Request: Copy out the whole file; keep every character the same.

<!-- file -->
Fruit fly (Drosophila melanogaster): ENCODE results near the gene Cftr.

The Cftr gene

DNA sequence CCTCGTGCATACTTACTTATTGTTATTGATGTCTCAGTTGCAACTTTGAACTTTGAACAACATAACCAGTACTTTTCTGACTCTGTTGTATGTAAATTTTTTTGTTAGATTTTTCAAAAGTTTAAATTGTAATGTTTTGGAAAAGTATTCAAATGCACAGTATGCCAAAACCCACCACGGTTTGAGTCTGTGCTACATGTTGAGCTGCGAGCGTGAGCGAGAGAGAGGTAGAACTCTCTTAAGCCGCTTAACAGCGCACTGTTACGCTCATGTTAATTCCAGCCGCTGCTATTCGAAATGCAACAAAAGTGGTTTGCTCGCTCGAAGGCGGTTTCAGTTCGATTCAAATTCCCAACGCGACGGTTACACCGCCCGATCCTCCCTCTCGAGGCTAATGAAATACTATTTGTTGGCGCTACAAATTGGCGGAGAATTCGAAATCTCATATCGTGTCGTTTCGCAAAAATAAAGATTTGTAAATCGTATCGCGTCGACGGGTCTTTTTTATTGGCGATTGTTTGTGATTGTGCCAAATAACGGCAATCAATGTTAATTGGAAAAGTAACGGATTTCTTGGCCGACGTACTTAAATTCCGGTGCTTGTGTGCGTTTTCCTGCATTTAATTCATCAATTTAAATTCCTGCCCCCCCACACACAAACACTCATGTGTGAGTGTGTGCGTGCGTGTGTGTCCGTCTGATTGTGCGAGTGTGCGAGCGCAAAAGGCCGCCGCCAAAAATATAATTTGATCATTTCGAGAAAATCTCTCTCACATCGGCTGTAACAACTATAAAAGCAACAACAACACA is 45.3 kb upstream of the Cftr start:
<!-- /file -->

Fruit fly (Drosophila melanogaster): ENCODE results near the gene Cftr.

The Cftr gene

DNA sequence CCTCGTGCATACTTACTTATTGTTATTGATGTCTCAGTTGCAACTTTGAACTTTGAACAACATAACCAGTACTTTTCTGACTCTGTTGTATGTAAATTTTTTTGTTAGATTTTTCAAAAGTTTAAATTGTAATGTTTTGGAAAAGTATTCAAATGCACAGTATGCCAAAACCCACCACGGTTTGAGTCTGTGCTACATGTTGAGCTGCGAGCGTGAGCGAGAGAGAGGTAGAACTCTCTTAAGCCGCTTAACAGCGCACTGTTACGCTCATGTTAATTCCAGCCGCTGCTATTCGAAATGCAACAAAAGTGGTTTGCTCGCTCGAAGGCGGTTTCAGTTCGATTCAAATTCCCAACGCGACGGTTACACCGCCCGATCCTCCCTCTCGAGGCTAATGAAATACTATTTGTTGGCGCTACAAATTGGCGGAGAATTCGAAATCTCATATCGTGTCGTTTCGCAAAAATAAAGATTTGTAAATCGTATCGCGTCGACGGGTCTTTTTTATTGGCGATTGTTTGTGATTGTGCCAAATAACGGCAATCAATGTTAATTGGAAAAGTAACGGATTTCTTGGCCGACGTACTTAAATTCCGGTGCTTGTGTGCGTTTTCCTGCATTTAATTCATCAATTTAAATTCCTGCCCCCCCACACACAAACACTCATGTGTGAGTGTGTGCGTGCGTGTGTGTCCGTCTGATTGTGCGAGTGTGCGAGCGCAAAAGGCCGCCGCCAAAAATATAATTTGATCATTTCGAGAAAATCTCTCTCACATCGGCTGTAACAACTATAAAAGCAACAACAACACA is 45.3 kb upstream of the Cftr start: